Royal Navy personnel who played a key role in Queen Elizabeth II’s funeral procession will be honored by the King in a special parade and medal ceremony at Windsor Castle.
At an outdoor ceremony on Tuesday, the monarch will personally award the Royal Victorian Order to about 150 servicemen and women for the work they performed in honor of their late mother last September.
Among the winners are more than 100 naval officers who rode a 123-year-old gun carriage and used ropes to pull the Queen’s coffin during the procession, which dates back to Queen Victoria’s funeral. Tradition.
The impressive sight of sailors in unique uniforms with blue and white collars and white caps marching in unison and acting as the King’s Guard was one of the most striking sights of the time.
Royal Navy officers were awarded the Royal Victorian Medal in March by Prince Charles as part of a list of demise honors traditionally published after the monarch’s death to recognize those who rendered personal service to the late King. was appointed to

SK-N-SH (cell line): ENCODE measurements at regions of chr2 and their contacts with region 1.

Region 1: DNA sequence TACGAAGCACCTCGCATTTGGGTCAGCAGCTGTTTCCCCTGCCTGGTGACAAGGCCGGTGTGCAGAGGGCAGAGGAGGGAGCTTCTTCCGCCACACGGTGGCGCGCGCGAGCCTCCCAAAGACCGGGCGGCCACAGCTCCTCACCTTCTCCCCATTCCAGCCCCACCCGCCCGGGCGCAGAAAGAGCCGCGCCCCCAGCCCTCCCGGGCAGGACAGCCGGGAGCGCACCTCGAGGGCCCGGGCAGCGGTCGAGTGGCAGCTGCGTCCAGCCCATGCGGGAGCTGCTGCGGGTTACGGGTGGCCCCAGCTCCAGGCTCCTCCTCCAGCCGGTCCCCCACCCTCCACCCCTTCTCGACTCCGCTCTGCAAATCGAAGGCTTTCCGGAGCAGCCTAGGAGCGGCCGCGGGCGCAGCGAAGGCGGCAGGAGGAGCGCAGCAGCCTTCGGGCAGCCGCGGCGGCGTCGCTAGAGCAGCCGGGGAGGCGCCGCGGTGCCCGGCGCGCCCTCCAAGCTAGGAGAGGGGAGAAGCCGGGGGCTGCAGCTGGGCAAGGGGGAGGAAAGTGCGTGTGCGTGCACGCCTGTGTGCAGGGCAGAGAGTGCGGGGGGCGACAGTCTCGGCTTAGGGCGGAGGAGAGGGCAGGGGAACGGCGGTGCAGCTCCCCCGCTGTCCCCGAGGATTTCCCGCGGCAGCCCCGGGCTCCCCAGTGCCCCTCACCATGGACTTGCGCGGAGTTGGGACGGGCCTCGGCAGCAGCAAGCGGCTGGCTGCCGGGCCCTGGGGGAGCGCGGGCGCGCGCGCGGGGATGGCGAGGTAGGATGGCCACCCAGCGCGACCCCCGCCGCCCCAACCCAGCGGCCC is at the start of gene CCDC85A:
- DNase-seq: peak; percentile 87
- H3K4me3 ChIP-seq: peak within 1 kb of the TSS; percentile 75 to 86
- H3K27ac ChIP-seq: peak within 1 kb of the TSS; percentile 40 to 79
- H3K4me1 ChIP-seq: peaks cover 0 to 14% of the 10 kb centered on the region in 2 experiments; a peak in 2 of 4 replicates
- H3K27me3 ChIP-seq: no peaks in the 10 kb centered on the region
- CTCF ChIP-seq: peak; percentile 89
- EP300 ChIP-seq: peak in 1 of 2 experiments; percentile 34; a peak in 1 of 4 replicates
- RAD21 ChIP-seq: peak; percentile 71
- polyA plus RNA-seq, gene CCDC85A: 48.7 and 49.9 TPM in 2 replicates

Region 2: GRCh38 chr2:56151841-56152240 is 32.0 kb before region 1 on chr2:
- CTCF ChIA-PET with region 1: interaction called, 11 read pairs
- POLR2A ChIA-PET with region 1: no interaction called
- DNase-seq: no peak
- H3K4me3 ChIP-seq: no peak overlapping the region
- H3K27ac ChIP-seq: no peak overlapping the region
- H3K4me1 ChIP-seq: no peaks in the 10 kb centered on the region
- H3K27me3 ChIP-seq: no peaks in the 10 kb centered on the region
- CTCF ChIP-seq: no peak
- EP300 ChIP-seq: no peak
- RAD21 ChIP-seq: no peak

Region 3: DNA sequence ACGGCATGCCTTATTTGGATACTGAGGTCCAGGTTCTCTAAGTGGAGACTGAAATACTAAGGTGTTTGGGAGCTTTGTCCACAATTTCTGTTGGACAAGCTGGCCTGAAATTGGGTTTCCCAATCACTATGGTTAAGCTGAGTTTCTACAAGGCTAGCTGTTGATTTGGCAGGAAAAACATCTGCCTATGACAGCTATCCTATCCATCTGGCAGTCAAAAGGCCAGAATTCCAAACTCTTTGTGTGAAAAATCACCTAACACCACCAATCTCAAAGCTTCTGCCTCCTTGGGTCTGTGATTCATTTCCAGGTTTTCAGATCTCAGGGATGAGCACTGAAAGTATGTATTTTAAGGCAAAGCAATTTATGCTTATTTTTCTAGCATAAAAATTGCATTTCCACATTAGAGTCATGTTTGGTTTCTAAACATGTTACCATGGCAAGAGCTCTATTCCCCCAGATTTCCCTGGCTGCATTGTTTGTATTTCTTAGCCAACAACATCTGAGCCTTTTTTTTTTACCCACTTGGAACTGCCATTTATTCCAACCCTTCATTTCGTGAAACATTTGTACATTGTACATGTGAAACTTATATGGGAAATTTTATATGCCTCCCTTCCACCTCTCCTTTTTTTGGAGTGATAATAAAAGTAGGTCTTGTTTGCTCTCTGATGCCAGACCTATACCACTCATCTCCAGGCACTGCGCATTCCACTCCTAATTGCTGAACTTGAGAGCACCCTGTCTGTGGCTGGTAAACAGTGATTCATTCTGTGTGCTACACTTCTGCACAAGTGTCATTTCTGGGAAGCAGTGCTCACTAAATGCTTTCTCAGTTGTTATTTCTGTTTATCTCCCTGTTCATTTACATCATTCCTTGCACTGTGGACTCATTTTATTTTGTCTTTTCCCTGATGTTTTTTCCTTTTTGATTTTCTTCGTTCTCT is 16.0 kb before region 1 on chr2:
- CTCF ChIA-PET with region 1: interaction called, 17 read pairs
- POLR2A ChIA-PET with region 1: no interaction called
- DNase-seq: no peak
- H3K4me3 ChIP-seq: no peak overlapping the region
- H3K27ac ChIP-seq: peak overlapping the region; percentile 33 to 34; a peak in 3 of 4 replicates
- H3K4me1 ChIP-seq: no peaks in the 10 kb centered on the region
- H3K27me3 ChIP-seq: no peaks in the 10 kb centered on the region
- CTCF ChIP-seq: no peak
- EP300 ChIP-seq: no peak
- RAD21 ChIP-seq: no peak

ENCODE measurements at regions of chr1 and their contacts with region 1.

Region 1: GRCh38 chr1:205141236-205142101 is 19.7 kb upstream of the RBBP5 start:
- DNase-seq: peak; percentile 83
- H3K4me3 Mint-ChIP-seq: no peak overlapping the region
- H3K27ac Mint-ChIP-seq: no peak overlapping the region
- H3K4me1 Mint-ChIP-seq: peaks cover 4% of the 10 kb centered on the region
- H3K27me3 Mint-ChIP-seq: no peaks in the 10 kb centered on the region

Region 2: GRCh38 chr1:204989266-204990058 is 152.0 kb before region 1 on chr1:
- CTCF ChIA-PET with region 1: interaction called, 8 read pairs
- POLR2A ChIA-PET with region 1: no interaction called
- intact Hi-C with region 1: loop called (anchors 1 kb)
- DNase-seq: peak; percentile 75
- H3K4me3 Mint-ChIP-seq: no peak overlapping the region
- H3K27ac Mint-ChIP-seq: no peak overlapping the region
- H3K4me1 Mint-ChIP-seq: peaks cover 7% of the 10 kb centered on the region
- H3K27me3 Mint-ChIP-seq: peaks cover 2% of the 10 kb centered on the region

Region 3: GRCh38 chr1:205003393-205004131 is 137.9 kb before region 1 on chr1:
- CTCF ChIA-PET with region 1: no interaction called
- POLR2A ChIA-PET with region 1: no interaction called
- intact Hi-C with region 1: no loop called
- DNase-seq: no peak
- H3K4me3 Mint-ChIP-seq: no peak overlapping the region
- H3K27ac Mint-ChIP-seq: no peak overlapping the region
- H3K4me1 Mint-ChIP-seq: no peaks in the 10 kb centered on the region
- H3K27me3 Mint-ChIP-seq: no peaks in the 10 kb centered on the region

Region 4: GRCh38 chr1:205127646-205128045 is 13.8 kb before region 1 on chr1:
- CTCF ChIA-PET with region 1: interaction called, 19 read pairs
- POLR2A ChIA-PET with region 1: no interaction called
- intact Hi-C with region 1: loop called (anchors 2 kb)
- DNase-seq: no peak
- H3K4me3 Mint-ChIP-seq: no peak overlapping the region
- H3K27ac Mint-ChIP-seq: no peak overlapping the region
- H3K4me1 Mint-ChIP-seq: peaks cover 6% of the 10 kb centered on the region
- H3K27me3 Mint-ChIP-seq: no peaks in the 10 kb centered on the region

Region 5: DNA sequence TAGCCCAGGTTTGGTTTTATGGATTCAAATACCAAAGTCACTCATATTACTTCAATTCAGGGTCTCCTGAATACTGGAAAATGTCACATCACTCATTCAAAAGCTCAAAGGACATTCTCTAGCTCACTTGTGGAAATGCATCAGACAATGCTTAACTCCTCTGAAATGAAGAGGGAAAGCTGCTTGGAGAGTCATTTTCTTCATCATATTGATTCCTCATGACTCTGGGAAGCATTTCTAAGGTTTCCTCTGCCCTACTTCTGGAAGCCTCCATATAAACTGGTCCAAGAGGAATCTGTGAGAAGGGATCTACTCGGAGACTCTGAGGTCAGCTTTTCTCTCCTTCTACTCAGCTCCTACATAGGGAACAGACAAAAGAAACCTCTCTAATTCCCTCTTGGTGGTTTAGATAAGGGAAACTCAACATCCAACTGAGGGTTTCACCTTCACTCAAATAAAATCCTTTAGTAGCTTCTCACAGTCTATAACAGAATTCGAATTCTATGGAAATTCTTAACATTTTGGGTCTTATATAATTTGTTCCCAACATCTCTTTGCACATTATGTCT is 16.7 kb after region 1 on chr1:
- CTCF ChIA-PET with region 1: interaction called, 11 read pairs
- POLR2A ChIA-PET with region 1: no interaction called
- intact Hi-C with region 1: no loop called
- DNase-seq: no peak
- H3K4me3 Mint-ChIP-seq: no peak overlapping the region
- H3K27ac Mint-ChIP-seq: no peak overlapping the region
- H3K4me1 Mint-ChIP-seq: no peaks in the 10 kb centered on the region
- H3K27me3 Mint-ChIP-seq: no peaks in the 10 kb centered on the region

Joining the military band, they are paraded through the George IV Gate into the castle quadrangle, onto the quadrangle lawn, and saluted by the King on the podium.
Afterwards, the sovereign, joined by the First Sea Lord, greets the sailors in formation and personally awards each winner a medal.
Figures show that the Queen’s funeral on September 19 and the state-owned mortuary that preceded it cost the British government an estimated £161.7 million.
The Home Office reported the largest cost at £73.7m, followed by the Department for Culture, Media and Sport (DCMS) at £57.4m and the Ministry of Defence at £2.9m.
Honors of the Royal Victorian Order are personally presented by the King independently of Downing Street and are awarded for service to the Royal Family.